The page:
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, 38 (21), 7651-64

Global Regulation of Alternative Splicing During Myogenic Differentiation

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Global Regulation of Alternative Splicing During Myogenic Differentiation

Christopher S Bland et al. Nucleic Acids Res.

Abstract

Recent genome-wide analyses have elucidated the extent of alternative splicing (AS) in mammals, often focusing on comparisons of splice isoforms between differentiated tissues. However, regulated splicing changes are likely to be important in biological transitions such as cellular differentiation, or response to environmental stimuli. To assess the extent and significance of AS in myogenesis, we used splicing-sensitive microarray analysis of differentiating C2C12 myoblasts. We identified 95 AS events that undergo robust splicing transitions during C2C12 differentiation. More than half of the splicing transitions are conserved during differentiation of avian myoblasts, suggesting the products and timing of transitions are functionally significant. The majority of splicing transitions during C2C12 differentiation fall into four temporal patterns and were dependent on the myogenic program, suggesting that they are integral components of myogenic differentiation. Computational analyses revealed enrichment of many sequence motifs within the upstream and downstream intronic regions near the alternatively spliced regions corresponding to binding sites of splicing regulators. Western analyses demonstrated that several splicing regulators undergo dynamic changes in nuclear abundance during differentiation. These findings show that within a developmental context, AS is a highly regulated and conserved process, suggesting a major role for AS regulation in myogenic differentiation.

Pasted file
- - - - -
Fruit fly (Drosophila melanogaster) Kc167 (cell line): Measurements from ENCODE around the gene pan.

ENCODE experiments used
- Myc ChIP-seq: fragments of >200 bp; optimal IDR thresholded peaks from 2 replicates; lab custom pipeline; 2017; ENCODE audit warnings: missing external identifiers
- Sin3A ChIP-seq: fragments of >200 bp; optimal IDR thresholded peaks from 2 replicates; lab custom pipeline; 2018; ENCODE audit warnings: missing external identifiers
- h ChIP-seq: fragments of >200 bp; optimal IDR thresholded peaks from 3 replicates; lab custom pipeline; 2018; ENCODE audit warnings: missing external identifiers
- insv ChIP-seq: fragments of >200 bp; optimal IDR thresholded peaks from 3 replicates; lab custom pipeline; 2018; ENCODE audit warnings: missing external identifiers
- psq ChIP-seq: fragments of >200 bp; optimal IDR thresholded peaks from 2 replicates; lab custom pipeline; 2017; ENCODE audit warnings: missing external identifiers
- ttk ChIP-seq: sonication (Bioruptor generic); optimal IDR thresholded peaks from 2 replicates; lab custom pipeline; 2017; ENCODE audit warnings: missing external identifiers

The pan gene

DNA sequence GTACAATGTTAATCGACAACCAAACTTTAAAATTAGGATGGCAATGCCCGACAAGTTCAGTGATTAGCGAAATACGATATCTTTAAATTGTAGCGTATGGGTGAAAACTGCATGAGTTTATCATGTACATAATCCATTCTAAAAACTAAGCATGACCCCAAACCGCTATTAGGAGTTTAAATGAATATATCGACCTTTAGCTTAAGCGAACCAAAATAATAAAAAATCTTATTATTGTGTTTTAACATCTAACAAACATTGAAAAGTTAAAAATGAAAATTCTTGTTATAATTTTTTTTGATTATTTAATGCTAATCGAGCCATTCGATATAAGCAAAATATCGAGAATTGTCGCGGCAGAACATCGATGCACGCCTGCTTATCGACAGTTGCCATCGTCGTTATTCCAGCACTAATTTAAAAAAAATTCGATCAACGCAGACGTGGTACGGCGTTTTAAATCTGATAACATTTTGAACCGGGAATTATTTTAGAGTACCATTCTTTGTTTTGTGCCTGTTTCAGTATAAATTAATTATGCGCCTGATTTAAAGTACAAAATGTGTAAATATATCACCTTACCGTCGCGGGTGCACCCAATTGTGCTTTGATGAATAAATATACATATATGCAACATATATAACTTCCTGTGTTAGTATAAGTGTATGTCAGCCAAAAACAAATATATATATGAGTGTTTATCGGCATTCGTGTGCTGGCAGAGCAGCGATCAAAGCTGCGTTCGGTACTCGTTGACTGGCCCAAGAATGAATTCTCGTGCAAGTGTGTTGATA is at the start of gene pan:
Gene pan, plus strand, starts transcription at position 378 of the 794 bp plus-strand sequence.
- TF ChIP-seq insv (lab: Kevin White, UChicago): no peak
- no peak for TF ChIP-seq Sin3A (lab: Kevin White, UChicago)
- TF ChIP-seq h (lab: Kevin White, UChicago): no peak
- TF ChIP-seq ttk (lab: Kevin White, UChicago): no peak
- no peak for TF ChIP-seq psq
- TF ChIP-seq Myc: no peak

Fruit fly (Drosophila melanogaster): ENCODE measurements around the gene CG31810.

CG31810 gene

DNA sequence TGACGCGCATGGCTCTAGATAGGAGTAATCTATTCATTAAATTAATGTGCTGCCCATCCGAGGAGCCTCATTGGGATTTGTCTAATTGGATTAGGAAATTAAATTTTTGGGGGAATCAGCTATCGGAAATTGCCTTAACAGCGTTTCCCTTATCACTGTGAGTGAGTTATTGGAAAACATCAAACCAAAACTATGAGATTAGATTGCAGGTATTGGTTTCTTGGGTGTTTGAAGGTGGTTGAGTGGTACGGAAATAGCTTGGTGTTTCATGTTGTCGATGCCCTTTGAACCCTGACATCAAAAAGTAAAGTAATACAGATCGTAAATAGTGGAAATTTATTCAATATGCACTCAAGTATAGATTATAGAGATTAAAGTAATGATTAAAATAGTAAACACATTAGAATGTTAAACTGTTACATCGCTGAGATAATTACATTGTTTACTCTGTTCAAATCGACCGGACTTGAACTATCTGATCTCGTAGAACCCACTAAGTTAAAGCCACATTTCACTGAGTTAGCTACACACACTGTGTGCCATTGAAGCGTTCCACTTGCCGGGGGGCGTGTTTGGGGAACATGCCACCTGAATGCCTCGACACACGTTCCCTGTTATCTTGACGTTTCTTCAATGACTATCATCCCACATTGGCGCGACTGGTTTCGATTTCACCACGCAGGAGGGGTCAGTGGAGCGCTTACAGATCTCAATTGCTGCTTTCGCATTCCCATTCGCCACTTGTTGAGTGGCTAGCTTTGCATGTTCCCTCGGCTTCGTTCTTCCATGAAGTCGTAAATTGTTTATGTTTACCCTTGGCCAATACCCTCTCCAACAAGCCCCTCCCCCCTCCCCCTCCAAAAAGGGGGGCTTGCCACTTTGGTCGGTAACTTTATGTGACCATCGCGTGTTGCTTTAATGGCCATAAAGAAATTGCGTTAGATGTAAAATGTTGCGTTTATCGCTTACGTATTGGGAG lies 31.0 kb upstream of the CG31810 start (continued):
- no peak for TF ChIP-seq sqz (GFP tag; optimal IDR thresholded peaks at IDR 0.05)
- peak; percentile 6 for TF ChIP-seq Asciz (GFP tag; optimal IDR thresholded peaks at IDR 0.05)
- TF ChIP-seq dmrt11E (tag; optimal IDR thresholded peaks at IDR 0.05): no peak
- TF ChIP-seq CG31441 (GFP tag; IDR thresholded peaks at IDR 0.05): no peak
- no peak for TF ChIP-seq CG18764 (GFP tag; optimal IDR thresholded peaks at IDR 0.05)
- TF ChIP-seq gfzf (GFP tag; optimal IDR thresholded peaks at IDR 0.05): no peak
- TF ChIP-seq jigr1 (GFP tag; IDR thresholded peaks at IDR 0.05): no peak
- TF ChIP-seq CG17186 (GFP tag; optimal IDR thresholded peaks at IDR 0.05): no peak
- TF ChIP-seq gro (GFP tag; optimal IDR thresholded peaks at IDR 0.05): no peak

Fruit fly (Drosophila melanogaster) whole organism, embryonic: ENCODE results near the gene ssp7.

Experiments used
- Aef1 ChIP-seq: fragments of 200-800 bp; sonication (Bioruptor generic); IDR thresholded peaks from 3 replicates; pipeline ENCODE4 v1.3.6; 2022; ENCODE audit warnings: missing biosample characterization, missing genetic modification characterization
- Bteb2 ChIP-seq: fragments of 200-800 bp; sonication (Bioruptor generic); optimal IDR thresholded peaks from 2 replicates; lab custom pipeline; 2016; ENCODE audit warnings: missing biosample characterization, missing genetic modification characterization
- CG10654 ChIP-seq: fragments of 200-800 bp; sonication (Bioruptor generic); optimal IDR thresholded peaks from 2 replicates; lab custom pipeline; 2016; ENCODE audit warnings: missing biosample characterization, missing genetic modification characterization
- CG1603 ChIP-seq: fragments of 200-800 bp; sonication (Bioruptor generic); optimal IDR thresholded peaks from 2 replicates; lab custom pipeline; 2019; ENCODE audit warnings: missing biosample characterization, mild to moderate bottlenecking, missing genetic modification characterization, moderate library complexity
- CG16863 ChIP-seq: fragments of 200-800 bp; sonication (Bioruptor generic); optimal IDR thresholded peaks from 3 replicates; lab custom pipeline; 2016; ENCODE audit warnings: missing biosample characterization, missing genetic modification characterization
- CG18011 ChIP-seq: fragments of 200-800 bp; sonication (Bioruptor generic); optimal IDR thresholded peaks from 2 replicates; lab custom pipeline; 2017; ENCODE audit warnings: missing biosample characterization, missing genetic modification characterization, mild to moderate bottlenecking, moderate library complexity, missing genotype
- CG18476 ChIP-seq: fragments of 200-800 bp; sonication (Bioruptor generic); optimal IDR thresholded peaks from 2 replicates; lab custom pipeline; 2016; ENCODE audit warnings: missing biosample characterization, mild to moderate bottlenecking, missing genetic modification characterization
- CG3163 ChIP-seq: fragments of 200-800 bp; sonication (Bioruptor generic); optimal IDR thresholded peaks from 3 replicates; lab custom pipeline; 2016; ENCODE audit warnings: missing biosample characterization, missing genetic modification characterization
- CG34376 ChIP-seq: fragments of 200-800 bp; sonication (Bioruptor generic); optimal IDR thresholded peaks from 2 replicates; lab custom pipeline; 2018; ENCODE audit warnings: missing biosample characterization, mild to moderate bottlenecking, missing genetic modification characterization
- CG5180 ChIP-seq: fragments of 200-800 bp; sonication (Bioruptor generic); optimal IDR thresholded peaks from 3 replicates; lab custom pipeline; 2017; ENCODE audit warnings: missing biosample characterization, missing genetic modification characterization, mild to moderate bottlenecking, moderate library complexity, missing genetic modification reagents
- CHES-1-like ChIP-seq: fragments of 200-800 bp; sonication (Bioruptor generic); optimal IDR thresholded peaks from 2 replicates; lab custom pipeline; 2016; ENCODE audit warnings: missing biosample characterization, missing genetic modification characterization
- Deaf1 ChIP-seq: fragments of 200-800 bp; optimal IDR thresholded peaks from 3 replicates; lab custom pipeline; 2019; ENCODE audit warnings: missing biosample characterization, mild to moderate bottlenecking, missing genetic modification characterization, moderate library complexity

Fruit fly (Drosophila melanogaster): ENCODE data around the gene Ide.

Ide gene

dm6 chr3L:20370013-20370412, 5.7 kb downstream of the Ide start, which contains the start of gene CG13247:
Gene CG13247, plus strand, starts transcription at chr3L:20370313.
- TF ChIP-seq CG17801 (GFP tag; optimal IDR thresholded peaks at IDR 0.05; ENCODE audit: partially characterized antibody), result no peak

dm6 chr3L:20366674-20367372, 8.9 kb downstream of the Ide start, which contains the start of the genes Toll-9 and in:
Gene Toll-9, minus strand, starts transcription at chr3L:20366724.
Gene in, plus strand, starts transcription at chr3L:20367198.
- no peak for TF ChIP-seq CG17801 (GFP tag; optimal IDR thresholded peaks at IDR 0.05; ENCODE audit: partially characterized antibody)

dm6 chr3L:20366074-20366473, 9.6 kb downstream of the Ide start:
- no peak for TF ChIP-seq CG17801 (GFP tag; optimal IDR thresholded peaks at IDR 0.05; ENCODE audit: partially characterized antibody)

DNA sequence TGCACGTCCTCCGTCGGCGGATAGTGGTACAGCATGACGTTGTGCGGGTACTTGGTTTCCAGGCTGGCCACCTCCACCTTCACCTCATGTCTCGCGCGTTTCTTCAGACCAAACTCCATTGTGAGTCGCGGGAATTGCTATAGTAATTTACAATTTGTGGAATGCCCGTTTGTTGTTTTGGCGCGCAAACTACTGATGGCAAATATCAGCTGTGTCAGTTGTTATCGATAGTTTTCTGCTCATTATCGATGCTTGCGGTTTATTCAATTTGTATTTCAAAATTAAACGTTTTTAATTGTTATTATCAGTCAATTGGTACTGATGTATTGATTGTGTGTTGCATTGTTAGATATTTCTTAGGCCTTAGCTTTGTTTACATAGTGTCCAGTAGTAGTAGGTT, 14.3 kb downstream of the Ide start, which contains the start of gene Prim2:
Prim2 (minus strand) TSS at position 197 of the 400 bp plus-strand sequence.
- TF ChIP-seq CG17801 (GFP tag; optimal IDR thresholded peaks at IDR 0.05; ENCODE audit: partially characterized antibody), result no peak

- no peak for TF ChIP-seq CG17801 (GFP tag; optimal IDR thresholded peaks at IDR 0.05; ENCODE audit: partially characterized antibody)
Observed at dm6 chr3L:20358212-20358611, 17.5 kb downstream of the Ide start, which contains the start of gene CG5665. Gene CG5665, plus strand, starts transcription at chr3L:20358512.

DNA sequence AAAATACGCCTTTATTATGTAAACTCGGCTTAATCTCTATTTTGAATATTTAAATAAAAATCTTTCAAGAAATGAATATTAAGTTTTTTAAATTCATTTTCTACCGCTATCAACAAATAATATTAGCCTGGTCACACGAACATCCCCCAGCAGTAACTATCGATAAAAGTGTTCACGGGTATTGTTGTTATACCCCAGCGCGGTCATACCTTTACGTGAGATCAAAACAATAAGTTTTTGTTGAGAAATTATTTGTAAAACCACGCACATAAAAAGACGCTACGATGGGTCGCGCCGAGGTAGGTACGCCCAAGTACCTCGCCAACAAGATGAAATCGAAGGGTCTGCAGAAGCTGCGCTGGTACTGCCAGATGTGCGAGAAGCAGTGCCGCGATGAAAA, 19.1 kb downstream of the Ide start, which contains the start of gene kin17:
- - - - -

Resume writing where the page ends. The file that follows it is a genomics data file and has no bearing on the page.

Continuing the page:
Figures

Figure 1.
Figure 1.